Tremendous Tirades 4.07.13: Dragon Gate USA Mercury Rising 2013 iPPV
It’s the road to WrestleMania, and with that being the case, I have dusted off the old Tremendous Tirades name for new alternate recap to the main shows that will air each week (Raw, Impact and Smackdown). This will not be another traditional recap, but instead it will be a mash up of the Rs, Instant Analysis and my usual Twitter ramblings I would do during the shows; completely uncensored and as the ideas flow unfiltered to the old keyboard.
Today we shall look at the Dragon Gate USA Mercury Rising iPPV, the final event of the big WrestleCon weekend before WrestleMania 29. The show will feature the traditional Dragon Gate six-man tag match, which will see CIMA, EITA & Tomahawk TT vs. Johnny Gargano, Rich Swann & Ricochet. The cravat here is that the winner of the fall will be entitled to a future title shot of his choice. This can include the new EVOLVE Title, the DGUSA Open The Freedom Gate Title or the DGUSA Open The United Gate Titles. This is not a MITB scenario; the match has to be signed in advance.
The event takes place at the Meadowlands Expo Center in Secaucus, NJ
Tony Nese w/Unidentified Big Bubba Rogers Looking Dude vs. Soldier Ant w/Fire Ant: Nese vs. Soldier Ant was a perfectly fine opening match. They kept things simple, they worked hard, they kept the crowd, didn’t do too much and overall it was a fine opening to the show. Nese scored the victory with a one armed buckle bomb, followed by the 450 splash. Nese needed the victory to play off the big signing angle, so wining yesterday and today was simple and smart booking. The big dude is apparently “Mr. A,” according to Nese. He’s the director of imaging. Mr. A then destroyed Fire Ant with a chokeslam and top rope splash. He’s a large dude, so that had to suck. Nese said he was building a support system, which he is now doing, but is also winning on his own, which is even better.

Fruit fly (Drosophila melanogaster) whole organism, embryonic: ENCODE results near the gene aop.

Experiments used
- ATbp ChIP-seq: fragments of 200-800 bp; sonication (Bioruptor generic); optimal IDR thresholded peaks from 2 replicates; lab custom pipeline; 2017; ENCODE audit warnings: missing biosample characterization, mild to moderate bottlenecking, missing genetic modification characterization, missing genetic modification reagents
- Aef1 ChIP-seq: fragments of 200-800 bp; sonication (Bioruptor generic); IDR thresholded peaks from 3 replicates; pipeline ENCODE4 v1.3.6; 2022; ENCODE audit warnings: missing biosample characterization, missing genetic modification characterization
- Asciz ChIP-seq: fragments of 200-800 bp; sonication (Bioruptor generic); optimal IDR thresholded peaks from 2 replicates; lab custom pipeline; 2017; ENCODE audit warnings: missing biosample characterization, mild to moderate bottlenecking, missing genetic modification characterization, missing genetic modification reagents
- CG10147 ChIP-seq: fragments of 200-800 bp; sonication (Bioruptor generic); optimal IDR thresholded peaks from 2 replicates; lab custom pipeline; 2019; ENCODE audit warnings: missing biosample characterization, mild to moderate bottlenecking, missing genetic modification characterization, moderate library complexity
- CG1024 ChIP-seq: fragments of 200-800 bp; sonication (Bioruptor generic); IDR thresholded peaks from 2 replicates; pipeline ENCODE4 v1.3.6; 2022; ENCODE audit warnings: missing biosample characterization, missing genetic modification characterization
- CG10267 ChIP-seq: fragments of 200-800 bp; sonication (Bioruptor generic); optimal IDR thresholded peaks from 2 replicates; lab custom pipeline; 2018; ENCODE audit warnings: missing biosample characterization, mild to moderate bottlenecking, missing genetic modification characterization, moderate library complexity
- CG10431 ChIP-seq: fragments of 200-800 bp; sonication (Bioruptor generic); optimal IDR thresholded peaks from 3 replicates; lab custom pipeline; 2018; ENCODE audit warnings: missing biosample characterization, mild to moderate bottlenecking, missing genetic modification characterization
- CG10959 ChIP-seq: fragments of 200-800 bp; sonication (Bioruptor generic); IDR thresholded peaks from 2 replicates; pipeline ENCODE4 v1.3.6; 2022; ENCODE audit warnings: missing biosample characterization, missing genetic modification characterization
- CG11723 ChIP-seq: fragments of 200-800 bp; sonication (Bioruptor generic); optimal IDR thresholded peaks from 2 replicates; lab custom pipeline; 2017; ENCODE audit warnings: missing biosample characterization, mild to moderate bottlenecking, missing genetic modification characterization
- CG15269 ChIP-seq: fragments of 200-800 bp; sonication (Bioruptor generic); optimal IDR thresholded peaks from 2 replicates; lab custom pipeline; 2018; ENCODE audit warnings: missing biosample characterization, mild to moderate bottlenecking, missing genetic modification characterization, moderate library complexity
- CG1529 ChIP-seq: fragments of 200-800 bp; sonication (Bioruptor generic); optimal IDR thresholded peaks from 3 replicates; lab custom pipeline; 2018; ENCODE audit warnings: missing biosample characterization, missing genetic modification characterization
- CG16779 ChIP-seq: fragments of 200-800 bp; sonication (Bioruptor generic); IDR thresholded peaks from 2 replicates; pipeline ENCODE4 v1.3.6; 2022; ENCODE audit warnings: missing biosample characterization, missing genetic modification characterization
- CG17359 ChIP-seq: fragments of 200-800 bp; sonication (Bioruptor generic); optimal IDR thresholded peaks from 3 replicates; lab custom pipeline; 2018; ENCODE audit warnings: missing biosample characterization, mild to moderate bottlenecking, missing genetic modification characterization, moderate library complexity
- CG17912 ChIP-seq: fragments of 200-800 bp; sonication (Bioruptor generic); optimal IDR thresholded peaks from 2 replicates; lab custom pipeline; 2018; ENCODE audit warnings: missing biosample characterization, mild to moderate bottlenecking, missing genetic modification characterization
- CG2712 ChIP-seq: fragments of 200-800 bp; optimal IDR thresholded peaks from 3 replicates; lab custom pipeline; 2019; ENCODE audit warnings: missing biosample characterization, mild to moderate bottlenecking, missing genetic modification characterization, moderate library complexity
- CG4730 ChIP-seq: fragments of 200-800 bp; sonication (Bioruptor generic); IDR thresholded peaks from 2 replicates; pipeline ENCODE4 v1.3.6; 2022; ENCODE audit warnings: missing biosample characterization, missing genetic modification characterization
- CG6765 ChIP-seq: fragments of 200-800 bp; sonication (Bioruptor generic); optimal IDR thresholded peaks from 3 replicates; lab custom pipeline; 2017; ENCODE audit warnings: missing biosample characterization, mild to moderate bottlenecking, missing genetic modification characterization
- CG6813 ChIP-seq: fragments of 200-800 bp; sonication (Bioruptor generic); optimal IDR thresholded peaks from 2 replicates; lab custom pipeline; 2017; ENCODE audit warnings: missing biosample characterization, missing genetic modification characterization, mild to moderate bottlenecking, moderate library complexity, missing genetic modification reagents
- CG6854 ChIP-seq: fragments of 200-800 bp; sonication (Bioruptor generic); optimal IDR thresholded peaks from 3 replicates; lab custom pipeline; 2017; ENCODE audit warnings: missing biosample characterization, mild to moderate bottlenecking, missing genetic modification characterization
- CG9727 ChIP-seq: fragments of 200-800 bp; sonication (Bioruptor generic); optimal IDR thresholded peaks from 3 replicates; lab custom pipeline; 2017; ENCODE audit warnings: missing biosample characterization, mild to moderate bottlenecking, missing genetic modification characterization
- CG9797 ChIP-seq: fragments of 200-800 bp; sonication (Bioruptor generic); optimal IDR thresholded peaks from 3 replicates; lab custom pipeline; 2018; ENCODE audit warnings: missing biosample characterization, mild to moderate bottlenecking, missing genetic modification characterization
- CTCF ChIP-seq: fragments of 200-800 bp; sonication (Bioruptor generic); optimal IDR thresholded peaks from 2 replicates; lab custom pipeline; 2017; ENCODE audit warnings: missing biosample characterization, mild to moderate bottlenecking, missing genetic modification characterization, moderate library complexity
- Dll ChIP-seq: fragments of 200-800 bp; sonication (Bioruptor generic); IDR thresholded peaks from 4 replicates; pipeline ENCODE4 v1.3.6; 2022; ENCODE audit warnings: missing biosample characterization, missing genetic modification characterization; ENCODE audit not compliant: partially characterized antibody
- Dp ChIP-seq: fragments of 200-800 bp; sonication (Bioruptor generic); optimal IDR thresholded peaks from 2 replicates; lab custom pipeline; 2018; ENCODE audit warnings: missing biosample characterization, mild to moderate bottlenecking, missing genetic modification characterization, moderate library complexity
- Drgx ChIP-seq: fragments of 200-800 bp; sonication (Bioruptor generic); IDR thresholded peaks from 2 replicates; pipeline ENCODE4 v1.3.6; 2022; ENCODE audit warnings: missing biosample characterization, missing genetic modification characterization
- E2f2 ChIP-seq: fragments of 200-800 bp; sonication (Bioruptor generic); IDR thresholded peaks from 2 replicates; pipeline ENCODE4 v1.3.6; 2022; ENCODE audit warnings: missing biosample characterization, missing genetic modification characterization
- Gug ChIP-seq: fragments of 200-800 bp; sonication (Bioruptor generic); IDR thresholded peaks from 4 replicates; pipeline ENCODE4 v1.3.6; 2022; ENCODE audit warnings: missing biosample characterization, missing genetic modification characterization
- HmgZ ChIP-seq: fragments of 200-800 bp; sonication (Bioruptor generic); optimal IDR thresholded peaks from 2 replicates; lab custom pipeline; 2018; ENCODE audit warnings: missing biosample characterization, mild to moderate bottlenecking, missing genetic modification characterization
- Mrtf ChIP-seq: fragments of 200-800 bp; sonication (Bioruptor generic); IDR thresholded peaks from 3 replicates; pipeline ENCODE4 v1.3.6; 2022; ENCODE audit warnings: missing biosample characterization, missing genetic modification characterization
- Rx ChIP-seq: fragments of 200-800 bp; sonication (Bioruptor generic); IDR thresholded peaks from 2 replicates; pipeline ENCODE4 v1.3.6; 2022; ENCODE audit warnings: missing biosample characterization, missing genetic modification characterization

Match Rating: **¾
The Feud No One Asked For – Scott Reed w/Larry Dallas vs. Caleb Konley: They broke up last night after a two year run as a team. You know when you have that really great tag team, and then things start to boil over, and you get the big split? And then everyone is excited to see the big singles match? Yeah, that’s not happening here, at all. Larry Dallas got involved by actually getting in the ring, Trina’s tits distracted the ref, allowing Reed to his smash mouth and score the victory. The crowd didn’t really care, only reacting to a big dive or spot; but overall they weren’t into the match. Overall the ring work was solid, but after two years of the crowd not caring about Dallas or the Scene, Konley is going to have a hard time getting a big reaction while he feuds with Reed and Dallas.